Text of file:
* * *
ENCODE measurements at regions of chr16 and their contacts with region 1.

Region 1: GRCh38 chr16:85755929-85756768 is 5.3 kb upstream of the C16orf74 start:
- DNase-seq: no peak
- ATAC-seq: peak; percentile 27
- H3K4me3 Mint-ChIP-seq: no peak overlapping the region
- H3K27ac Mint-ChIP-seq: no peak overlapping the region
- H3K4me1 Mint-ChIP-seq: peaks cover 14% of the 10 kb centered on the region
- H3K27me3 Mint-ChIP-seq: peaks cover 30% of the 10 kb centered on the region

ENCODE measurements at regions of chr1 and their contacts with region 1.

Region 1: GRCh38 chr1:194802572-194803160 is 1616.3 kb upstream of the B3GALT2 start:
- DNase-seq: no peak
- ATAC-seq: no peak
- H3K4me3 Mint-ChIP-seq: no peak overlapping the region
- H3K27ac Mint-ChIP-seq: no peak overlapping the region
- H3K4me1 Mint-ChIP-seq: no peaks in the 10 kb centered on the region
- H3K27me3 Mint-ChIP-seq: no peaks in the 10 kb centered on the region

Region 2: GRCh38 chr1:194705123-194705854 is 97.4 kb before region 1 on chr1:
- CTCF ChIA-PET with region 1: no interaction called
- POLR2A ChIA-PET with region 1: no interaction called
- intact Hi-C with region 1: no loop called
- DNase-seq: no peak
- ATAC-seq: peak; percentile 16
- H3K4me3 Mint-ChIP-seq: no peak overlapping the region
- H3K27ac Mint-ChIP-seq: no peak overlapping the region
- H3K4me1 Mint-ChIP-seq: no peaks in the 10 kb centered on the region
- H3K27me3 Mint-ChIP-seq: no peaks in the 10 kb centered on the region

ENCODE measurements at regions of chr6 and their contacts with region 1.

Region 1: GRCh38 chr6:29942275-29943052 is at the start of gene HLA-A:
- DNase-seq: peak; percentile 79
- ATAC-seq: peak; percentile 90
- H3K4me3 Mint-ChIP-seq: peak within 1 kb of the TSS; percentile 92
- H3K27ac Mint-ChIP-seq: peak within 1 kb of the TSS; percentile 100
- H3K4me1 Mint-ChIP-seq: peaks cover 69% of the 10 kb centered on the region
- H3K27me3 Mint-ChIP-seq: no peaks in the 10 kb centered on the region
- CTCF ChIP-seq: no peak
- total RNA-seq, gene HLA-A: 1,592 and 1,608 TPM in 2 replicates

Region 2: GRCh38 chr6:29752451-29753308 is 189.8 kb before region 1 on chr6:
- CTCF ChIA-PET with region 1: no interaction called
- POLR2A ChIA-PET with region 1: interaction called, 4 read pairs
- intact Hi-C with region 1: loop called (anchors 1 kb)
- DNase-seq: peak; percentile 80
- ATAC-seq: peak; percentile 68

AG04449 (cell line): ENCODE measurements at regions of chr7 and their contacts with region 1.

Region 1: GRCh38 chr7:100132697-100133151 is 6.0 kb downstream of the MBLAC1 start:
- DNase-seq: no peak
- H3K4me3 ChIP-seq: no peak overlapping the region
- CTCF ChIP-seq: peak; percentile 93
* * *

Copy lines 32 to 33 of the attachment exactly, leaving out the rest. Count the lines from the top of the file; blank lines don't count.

- H3K27ac Mint-ChIP-seq: peak within 1 kb of the TSS; percentile 100
- H3K4me1 Mint-ChIP-seq: peaks cover 69% of the 10 kb centered on the region